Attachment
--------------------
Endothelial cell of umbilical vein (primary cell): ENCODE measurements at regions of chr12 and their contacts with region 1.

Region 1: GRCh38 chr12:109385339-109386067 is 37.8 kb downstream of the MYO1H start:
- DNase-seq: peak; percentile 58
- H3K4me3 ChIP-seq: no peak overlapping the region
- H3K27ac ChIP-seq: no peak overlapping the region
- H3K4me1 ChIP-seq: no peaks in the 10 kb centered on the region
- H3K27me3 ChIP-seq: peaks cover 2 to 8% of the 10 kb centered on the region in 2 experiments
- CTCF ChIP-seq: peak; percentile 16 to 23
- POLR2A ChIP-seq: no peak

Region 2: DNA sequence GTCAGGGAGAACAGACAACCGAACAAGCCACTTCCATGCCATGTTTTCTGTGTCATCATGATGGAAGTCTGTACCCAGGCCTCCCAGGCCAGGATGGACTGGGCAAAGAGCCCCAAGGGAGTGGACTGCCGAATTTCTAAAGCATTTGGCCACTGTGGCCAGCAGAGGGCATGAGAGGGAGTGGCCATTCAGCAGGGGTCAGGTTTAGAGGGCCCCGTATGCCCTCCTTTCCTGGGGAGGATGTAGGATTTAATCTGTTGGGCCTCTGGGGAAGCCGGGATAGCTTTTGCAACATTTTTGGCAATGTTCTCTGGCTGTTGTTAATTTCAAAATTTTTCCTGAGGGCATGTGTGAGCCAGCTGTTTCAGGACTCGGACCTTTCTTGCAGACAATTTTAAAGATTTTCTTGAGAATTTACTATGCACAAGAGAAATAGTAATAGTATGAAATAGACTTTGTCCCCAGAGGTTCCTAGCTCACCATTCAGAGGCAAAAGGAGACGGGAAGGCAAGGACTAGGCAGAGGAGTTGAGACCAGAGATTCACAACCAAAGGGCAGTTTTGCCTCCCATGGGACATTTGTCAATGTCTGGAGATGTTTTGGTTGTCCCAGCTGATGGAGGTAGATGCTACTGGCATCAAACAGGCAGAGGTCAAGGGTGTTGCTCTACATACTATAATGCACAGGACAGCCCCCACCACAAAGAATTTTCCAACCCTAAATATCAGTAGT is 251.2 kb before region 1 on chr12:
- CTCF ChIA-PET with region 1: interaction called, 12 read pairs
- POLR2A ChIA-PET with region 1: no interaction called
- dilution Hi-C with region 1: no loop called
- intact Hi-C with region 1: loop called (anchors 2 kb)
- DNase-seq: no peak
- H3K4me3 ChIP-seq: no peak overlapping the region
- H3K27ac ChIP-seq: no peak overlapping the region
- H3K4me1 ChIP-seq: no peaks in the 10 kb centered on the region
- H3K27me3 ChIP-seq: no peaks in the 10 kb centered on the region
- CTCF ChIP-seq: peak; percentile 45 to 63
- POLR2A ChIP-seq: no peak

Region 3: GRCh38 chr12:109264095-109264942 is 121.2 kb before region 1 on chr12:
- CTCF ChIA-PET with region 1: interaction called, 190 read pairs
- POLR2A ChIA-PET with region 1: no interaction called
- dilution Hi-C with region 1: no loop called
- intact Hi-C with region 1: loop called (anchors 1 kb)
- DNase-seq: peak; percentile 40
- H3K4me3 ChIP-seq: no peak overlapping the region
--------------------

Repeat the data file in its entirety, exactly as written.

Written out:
Endothelial cell of umbilical vein (primary cell): ENCODE measurements at regions of chr12 and their contacts with region 1.

Region 1: GRCh38 chr12:109385339-109386067 is 37.8 kb downstream of the MYO1H start:
- DNase-seq: peak; percentile 58
- H3K4me3 ChIP-seq: no peak overlapping the region
- H3K27ac ChIP-seq: no peak overlapping the region
- H3K4me1 ChIP-seq: no peaks in the 10 kb centered on the region
- H3K27me3 ChIP-seq: peaks cover 2 to 8% of the 10 kb centered on the region in 2 experiments
- CTCF ChIP-seq: peak; percentile 16 to 23
- POLR2A ChIP-seq: no peak

Region 2: DNA sequence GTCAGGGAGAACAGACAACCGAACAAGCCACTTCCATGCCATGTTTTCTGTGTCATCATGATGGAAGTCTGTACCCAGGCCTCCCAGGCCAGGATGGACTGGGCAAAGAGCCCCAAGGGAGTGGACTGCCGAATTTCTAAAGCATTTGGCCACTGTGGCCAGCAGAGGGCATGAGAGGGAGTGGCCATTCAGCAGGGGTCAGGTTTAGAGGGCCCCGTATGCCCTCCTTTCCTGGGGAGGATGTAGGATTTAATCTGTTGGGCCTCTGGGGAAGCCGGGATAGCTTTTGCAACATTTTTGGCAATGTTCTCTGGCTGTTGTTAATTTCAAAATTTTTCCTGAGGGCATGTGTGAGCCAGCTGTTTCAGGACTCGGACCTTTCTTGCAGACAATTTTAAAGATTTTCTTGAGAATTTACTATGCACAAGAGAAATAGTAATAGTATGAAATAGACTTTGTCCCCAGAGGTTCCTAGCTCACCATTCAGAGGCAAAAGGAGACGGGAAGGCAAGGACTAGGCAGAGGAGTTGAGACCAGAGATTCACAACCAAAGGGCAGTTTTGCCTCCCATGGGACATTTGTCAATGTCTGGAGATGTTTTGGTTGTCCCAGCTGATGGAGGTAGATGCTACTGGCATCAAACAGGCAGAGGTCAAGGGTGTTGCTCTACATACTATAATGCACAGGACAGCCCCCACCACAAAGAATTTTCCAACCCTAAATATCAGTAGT is 251.2 kb before region 1 on chr12:
- CTCF ChIA-PET with region 1: interaction called, 12 read pairs
- POLR2A ChIA-PET with region 1: no interaction called
- dilution Hi-C with region 1: no loop called
- intact Hi-C with region 1: loop called (anchors 2 kb)
- DNase-seq: no peak
- H3K4me3 ChIP-seq: no peak overlapping the region
- H3K27ac ChIP-seq: no peak overlapping the region
- H3K4me1 ChIP-seq: no peaks in the 10 kb centered on the region
- H3K27me3 ChIP-seq: no peaks in the 10 kb centered on the region
- CTCF ChIP-seq: peak; percentile 45 to 63
- POLR2A ChIP-seq: no peak

Region 3: GRCh38 chr12:109264095-109264942 is 121.2 kb before region 1 on chr12:
- CTCF ChIA-PET with region 1: interaction called, 190 read pairs
- POLR2A ChIA-PET with region 1: no interaction called
- dilution Hi-C with region 1: no loop called
- intact Hi-C with region 1: loop called (anchors 1 kb)
- DNase-seq: peak; percentile 40
- H3K4me3 ChIP-seq: no peak overlapping the region